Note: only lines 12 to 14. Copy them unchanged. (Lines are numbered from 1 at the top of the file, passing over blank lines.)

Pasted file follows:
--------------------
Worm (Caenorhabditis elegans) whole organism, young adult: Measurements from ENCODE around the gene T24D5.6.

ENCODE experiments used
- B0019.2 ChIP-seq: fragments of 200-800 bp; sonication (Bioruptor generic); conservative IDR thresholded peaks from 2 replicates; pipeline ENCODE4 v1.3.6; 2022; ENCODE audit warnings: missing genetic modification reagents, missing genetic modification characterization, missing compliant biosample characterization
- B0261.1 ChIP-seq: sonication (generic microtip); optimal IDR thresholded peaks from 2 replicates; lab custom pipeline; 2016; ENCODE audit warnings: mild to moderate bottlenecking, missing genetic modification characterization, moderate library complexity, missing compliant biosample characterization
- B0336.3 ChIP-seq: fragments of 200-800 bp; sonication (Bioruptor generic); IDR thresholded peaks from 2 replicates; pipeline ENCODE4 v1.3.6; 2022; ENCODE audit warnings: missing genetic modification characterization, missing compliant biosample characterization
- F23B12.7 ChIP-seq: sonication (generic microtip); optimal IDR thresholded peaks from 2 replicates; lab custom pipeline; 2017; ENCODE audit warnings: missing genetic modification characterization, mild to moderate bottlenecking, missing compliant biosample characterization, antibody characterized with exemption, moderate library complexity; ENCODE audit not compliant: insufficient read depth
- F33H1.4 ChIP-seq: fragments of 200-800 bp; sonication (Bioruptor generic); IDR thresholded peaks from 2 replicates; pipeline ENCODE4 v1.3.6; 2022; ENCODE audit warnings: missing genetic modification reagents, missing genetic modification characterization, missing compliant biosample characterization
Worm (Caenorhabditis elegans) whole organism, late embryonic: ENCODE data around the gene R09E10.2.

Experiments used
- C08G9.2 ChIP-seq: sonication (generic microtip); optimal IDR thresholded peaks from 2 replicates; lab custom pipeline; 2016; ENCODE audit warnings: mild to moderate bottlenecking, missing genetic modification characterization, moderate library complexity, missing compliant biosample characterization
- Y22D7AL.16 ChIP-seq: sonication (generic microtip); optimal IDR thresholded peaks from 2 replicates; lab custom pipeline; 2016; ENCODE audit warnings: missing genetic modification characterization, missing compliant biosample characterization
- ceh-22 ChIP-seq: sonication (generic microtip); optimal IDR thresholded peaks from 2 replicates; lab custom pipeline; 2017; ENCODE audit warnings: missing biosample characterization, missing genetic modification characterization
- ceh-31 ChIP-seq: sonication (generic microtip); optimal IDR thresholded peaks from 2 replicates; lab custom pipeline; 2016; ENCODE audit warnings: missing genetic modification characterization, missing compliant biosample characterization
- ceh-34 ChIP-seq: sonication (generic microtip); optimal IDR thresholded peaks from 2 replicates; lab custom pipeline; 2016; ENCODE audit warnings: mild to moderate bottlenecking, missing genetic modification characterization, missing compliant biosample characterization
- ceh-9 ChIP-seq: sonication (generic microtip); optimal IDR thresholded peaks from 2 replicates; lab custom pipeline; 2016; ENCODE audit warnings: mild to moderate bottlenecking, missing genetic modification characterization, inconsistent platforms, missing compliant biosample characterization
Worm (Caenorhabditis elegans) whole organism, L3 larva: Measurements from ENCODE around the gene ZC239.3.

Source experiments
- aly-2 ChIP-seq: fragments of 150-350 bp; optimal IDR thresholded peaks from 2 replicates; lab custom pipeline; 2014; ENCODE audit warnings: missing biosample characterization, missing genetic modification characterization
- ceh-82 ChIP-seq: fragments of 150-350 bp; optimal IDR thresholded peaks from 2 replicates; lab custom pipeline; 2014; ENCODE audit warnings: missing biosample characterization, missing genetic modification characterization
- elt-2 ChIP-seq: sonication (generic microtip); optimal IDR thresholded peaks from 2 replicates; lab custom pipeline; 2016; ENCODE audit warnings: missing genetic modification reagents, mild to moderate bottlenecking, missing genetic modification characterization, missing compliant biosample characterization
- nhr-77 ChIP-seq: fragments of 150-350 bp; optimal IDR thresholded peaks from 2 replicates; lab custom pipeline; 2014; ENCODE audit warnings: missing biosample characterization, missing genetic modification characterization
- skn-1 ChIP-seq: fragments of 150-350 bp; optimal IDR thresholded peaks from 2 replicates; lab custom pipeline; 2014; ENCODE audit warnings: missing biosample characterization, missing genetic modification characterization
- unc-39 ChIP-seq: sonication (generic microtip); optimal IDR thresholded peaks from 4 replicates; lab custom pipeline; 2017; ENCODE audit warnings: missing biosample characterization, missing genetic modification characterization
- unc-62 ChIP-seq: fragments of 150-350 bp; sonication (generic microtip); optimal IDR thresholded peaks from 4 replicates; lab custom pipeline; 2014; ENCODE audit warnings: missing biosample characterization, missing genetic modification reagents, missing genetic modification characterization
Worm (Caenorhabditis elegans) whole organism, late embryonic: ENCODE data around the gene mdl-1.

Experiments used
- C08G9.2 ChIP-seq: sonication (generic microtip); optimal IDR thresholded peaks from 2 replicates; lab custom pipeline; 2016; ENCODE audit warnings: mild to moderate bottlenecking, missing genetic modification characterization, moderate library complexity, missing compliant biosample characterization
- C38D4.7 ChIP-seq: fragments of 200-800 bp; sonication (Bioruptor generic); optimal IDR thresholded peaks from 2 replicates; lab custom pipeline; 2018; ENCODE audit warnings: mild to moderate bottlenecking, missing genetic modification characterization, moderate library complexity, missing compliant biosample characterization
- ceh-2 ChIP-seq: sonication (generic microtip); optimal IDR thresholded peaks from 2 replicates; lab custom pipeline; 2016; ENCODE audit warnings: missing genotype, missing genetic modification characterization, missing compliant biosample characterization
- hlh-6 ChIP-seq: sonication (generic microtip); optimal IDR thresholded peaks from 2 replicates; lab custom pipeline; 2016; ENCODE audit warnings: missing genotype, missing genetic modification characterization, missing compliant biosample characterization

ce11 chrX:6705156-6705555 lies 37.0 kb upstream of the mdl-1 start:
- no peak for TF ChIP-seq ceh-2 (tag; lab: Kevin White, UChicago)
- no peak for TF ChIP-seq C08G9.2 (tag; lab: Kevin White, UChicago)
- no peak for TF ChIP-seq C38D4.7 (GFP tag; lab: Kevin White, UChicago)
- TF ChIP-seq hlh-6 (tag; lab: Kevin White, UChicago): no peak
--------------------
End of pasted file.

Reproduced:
- ceh-22 ChIP-seq: sonication (generic microtip); optimal IDR thresholded peaks from 2 replicates; lab custom pipeline; 2017; ENCODE audit warnings: missing biosample characterization, missing genetic modification characterization
- ceh-31 ChIP-seq: sonication (generic microtip); optimal IDR thresholded peaks from 2 replicates; lab custom pipeline; 2016; ENCODE audit warnings: missing genetic modification characterization, missing compliant biosample characterization
- ceh-34 ChIP-seq: sonication (generic microtip); optimal IDR thresholded peaks from 2 replicates; lab custom pipeline; 2016; ENCODE audit warnings: mild to moderate bottlenecking, missing genetic modification characterization, missing compliant biosample characterization